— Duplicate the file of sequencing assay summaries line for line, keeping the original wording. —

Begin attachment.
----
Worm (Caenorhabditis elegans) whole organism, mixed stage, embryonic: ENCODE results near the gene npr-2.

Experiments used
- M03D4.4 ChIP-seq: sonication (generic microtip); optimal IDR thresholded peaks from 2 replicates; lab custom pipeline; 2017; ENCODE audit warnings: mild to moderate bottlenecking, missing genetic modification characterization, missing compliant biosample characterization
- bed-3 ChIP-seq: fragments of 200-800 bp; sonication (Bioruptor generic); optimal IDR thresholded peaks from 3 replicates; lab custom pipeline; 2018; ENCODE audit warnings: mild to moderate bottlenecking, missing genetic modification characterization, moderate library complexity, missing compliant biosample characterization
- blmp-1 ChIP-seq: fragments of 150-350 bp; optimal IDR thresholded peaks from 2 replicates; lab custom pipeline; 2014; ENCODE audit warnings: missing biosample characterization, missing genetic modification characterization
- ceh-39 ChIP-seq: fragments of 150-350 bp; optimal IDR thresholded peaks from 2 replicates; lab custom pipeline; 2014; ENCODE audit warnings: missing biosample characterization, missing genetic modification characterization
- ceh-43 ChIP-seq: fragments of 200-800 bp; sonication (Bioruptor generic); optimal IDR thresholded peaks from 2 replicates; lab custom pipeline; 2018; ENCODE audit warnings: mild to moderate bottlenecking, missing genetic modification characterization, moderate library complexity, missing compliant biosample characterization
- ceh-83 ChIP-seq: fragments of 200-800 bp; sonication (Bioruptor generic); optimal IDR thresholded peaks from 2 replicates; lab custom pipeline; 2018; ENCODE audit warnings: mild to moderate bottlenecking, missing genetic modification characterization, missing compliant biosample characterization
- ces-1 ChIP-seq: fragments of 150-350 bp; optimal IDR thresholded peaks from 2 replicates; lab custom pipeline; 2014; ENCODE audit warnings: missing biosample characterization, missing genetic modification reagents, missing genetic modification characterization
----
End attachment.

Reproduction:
Worm (Caenorhabditis elegans) whole organism, mixed stage, embryonic: ENCODE results near the gene npr-2.

Experiments used
- M03D4.4 ChIP-seq: sonication (generic microtip); optimal IDR thresholded peaks from 2 replicates; lab custom pipeline; 2017; ENCODE audit warnings: mild to moderate bottlenecking, missing genetic modification characterization, missing compliant biosample characterization
- bed-3 ChIP-seq: fragments of 200-800 bp; sonication (Bioruptor generic); optimal IDR thresholded peaks from 3 replicates; lab custom pipeline; 2018; ENCODE audit warnings: mild to moderate bottlenecking, missing genetic modification characterization, moderate library complexity, missing compliant biosample characterization
- blmp-1 ChIP-seq: fragments of 150-350 bp; optimal IDR thresholded peaks from 2 replicates; lab custom pipeline; 2014; ENCODE audit warnings: missing biosample characterization, missing genetic modification characterization
- ceh-39 ChIP-seq: fragments of 150-350 bp; optimal IDR thresholded peaks from 2 replicates; lab custom pipeline; 2014; ENCODE audit warnings: missing biosample characterization, missing genetic modification characterization
- ceh-43 ChIP-seq: fragments of 200-800 bp; sonication (Bioruptor generic); optimal IDR thresholded peaks from 2 replicates; lab custom pipeline; 2018; ENCODE audit warnings: mild to moderate bottlenecking, missing genetic modification characterization, moderate library complexity, missing compliant biosample characterization
- ceh-83 ChIP-seq: fragments of 200-800 bp; sonication (Bioruptor generic); optimal IDR thresholded peaks from 2 replicates; lab custom pipeline; 2018; ENCODE audit warnings: mild to moderate bottlenecking, missing genetic modification characterization, missing compliant biosample characterization
- ces-1 ChIP-seq: fragments of 150-350 bp; optimal IDR thresholded peaks from 2 replicates; lab custom pipeline; 2014; ENCODE audit warnings: missing biosample characterization, missing genetic modification reagents, missing genetic modification characterization